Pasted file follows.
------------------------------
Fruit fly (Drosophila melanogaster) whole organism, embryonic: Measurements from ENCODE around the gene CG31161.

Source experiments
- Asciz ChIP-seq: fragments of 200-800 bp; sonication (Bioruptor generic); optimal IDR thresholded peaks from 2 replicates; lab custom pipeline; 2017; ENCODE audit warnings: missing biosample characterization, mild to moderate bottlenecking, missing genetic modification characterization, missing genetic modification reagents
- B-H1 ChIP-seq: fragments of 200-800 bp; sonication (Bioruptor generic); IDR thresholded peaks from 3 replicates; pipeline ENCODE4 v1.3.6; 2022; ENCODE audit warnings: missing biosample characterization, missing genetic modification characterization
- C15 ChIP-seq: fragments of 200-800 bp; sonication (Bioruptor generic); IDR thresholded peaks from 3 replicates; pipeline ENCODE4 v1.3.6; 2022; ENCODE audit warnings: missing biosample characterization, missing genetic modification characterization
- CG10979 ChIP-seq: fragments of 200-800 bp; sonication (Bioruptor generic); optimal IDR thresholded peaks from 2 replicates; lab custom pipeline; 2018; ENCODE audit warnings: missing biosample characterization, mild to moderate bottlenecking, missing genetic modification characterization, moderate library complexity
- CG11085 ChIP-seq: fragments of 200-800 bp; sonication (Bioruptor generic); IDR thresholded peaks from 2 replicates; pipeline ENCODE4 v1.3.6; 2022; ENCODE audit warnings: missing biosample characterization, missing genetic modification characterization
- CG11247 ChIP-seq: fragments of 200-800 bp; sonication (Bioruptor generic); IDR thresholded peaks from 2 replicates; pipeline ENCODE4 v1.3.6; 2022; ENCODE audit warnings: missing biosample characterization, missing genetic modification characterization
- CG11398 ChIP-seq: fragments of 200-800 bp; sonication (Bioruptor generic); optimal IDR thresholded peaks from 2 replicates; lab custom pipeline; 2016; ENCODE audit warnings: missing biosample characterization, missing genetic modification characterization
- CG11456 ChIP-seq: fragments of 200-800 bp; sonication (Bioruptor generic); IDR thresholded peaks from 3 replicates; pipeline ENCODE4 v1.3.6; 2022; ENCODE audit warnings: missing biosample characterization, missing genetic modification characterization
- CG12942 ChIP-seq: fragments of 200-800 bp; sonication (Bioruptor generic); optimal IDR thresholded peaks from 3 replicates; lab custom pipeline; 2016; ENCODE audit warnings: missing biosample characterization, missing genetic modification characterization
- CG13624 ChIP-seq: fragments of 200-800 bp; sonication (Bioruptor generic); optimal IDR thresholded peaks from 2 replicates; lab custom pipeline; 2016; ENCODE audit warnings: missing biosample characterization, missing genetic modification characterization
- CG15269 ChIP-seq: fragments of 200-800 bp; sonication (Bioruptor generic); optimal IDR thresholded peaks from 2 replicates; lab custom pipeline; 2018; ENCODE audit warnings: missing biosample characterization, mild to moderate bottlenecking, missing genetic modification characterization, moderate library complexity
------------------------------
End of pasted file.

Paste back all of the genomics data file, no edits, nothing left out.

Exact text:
Fruit fly (Drosophila melanogaster) whole organism, embryonic: Measurements from ENCODE around the gene CG31161.

Source experiments
- Asciz ChIP-seq: fragments of 200-800 bp; sonication (Bioruptor generic); optimal IDR thresholded peaks from 2 replicates; lab custom pipeline; 2017; ENCODE audit warnings: missing biosample characterization, mild to moderate bottlenecking, missing genetic modification characterization, missing genetic modification reagents
- B-H1 ChIP-seq: fragments of 200-800 bp; sonication (Bioruptor generic); IDR thresholded peaks from 3 replicates; pipeline ENCODE4 v1.3.6; 2022; ENCODE audit warnings: missing biosample characterization, missing genetic modification characterization
- C15 ChIP-seq: fragments of 200-800 bp; sonication (Bioruptor generic); IDR thresholded peaks from 3 replicates; pipeline ENCODE4 v1.3.6; 2022; ENCODE audit warnings: missing biosample characterization, missing genetic modification characterization
- CG10979 ChIP-seq: fragments of 200-800 bp; sonication (Bioruptor generic); optimal IDR thresholded peaks from 2 replicates; lab custom pipeline; 2018; ENCODE audit warnings: missing biosample characterization, mild to moderate bottlenecking, missing genetic modification characterization, moderate library complexity
- CG11085 ChIP-seq: fragments of 200-800 bp; sonication (Bioruptor generic); IDR thresholded peaks from 2 replicates; pipeline ENCODE4 v1.3.6; 2022; ENCODE audit warnings: missing biosample characterization, missing genetic modification characterization
- CG11247 ChIP-seq: fragments of 200-800 bp; sonication (Bioruptor generic); IDR thresholded peaks from 2 replicates; pipeline ENCODE4 v1.3.6; 2022; ENCODE audit warnings: missing biosample characterization, missing genetic modification characterization
- CG11398 ChIP-seq: fragments of 200-800 bp; sonication (Bioruptor generic); optimal IDR thresholded peaks from 2 replicates; lab custom pipeline; 2016; ENCODE audit warnings: missing biosample characterization, missing genetic modification characterization
- CG11456 ChIP-seq: fragments of 200-800 bp; sonication (Bioruptor generic); IDR thresholded peaks from 3 replicates; pipeline ENCODE4 v1.3.6; 2022; ENCODE audit warnings: missing biosample characterization, missing genetic modification characterization
- CG12942 ChIP-seq: fragments of 200-800 bp; sonication (Bioruptor generic); optimal IDR thresholded peaks from 3 replicates; lab custom pipeline; 2016; ENCODE audit warnings: missing biosample characterization, missing genetic modification characterization
- CG13624 ChIP-seq: fragments of 200-800 bp; sonication (Bioruptor generic); optimal IDR thresholded peaks from 2 replicates; lab custom pipeline; 2016; ENCODE audit warnings: missing biosample characterization, missing genetic modification characterization
- CG15269 ChIP-seq: fragments of 200-800 bp; sonication (Bioruptor generic); optimal IDR thresholded peaks from 2 replicates; lab custom pipeline; 2018; ENCODE audit warnings: missing biosample characterization, mild to moderate bottlenecking, missing genetic modification characterization, moderate library complexity